"Dorinta 7:56" actually comes as a breath of fresh air, with the drums pounding as scowls fill the room with an icy fervor. There's little more than that, but it contains the feel of black metal nevertheless. "La Apus (feat. Deha) 9:36" has all the buildings blocks of depressive black, including a guy who likes to wail like a Banshee. Hmm...Where have I heard that before? This song does little for me in retrospect, making me think that it's time to review another album. "Red Snow 9:13" comes next on the disc, and it's a Coldworld cover. Though I haven't heard the original, it's done exceedingly well with the right sense of melody, ice and despair. The album ends out with "Pustiu 7:49” which begins with such a calming sense, but eventually descends down the same path as the rest of these tracks.

And well, that's it. I guess I've just never been able to get into suicidal/depressive black metal as well as I can with funeral doom or death/doom with a touch of the frail. This album just leaves me bored, sad and confused. To be honest, another ten songs like "Desertaciune" would've been just fine. Why he had to go muck it up with black metal, I'll never know. Then it sounds just like that other suicidal black metal band I reviewed that I can't think of the name of but didn't care for all that much either. Just not feeling it folks, but you can go to Kaotoxin and listen to it for yourselves. Personally, I think we in Torii do a much better job and I definitely try to go for that sense of depression in my vocals. Though I also try to really pull everything out of me, so they don't wind up sounding like the same drone, much of what Khrudd does here. Besides that guy who wails like a Banshee, you get a rather unnoticeable approach that almost put me to sleep. Of course the real icing on this cake is "Blestem" itself, which should have never left the guy's computer. But check it out and make your own opinion.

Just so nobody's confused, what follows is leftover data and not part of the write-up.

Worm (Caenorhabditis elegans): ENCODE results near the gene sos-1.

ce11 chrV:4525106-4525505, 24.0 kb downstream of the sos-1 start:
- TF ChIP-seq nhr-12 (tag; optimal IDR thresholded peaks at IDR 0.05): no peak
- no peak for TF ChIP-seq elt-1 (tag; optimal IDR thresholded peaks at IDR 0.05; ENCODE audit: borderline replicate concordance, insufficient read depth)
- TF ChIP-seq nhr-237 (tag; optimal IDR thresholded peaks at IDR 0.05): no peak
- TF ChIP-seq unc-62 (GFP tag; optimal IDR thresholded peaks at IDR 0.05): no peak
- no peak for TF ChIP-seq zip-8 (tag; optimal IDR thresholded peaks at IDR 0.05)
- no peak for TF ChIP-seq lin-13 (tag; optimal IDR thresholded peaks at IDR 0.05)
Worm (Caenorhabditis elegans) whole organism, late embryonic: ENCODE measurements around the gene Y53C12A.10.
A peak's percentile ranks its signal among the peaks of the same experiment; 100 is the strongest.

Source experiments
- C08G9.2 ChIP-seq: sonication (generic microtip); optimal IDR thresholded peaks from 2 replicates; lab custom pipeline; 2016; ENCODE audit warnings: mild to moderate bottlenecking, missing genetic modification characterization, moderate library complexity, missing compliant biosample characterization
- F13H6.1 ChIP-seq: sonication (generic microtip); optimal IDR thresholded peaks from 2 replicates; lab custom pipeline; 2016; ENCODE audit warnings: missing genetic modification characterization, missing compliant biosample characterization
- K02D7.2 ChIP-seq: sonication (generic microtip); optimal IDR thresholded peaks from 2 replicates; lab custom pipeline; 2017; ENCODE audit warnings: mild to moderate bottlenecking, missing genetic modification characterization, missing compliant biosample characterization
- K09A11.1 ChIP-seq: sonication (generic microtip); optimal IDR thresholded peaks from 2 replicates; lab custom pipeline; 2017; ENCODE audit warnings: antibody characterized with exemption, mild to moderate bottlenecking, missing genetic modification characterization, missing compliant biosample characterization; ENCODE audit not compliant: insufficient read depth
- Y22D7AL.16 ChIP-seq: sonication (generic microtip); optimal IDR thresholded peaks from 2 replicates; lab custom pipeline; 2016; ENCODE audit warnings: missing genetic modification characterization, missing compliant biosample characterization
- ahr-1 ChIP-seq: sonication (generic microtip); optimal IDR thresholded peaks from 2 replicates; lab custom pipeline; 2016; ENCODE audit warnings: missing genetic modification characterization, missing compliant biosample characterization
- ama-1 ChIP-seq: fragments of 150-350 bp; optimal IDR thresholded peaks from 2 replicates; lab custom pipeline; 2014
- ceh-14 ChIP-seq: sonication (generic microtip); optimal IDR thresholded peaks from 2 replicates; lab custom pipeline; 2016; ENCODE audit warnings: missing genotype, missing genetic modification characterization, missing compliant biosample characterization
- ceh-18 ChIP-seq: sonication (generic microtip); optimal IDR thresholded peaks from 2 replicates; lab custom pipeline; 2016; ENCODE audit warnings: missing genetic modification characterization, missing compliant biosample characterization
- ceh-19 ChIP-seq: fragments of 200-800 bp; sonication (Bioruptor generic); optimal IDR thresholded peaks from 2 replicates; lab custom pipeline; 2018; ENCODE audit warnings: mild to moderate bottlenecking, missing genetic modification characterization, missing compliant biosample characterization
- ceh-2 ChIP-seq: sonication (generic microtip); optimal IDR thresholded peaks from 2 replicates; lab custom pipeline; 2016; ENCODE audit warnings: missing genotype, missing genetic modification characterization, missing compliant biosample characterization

Now I know this guy is going to freak, since this is an extremely personal work for him and he's not even posting the lyrics because of that fact. Which I've never understood. I've written personal as hell music, but I want people to know exactly what's going on and what a song meant to me. Not all of my music is personal, but the music that is will definitely be open for public observation. This is how my listeners get to know both sides of me. But yeah, I guess some people just aren't comfortable with exposure and I guess I can accept that. Damn, after this review it's certain that Khrudd probably won't let me anywhere near his stuff again. But if I can't tell the truth, then why do it at all?

Highlights: Desertaciune (8 Tracks, 65:00)